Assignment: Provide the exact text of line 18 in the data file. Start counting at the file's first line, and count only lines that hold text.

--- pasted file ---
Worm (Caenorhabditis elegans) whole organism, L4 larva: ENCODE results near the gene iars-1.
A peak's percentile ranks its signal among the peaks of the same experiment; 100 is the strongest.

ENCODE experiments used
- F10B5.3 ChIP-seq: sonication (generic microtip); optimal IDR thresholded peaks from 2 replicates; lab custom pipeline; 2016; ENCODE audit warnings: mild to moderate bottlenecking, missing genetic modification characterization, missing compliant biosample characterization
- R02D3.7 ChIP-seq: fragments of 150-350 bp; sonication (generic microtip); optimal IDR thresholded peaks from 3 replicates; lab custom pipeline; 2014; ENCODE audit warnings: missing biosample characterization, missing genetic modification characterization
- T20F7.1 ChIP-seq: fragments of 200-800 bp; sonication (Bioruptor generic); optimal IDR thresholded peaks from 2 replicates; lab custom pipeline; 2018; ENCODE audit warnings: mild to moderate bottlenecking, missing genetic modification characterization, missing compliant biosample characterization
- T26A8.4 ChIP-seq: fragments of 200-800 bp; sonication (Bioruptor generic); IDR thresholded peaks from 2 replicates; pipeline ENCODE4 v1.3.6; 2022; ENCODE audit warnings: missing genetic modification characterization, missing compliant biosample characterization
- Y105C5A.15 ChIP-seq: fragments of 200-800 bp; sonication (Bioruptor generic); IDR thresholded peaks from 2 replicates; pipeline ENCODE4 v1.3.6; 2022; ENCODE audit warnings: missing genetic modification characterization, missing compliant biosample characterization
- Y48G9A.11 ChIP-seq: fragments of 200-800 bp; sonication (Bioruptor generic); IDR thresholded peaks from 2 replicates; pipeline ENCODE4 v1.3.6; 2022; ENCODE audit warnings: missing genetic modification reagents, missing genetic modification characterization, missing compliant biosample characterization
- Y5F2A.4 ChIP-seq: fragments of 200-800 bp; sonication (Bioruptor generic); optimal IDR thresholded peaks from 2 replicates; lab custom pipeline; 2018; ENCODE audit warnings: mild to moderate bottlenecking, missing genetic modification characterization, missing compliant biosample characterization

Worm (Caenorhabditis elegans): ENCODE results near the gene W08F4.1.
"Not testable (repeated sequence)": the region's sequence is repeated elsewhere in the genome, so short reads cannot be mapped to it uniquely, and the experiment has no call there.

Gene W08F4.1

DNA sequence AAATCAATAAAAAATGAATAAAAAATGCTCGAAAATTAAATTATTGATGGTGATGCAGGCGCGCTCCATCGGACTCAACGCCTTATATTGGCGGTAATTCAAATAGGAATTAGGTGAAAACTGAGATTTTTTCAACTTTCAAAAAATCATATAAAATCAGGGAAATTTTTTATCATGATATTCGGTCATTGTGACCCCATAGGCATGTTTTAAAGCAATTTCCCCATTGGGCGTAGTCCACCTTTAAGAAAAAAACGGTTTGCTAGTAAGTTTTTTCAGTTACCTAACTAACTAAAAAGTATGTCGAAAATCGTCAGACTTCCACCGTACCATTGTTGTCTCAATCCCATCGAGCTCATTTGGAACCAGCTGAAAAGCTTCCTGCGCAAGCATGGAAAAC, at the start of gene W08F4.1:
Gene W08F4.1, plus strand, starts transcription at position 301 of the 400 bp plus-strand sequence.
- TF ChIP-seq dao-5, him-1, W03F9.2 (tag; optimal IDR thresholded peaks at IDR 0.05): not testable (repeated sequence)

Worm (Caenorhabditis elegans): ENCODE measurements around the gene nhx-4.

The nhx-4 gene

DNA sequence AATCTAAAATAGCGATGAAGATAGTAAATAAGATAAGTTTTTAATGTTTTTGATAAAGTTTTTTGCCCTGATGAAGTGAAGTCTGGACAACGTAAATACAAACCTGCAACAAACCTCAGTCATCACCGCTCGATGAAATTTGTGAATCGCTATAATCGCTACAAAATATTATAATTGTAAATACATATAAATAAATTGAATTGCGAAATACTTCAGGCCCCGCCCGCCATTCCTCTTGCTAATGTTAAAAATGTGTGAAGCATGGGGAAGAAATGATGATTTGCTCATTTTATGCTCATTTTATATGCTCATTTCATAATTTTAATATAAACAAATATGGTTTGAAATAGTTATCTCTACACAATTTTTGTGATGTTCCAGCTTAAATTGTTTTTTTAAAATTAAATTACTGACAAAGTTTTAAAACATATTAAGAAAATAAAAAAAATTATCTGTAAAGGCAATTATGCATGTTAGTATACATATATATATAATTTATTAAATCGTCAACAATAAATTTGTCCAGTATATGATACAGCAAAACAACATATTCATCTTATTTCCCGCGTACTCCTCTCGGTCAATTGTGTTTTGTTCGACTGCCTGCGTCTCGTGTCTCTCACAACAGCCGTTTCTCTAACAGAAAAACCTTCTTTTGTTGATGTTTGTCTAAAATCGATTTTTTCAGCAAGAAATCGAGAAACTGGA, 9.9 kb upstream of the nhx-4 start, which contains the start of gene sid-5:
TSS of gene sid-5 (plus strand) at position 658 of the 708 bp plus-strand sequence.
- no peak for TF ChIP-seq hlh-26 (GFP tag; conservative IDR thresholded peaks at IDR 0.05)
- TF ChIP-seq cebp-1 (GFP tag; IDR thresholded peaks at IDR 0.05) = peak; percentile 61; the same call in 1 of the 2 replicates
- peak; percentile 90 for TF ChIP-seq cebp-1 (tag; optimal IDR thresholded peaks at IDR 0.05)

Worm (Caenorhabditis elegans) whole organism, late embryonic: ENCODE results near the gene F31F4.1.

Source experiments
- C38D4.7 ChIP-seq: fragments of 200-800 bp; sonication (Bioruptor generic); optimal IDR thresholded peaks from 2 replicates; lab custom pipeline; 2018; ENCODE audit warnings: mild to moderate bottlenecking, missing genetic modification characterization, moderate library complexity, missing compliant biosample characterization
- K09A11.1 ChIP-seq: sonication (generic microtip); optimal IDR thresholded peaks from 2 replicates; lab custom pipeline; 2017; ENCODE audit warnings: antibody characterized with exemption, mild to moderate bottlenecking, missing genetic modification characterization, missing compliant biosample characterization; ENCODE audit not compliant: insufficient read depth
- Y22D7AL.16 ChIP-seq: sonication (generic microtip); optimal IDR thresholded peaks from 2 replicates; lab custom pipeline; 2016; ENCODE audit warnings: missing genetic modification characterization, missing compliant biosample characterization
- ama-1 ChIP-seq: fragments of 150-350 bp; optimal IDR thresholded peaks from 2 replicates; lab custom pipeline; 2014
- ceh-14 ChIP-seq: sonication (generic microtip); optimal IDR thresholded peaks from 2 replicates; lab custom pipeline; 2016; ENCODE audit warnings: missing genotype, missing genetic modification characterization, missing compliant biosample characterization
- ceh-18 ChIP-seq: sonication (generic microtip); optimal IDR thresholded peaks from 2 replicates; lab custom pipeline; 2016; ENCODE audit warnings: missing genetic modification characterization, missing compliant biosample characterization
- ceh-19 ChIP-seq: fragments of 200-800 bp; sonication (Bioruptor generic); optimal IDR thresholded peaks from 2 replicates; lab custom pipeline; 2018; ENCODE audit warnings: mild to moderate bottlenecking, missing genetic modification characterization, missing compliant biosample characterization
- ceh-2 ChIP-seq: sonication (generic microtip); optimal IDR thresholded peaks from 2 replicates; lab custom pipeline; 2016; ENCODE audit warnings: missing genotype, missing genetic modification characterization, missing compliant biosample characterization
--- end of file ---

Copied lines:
The nhx-4 gene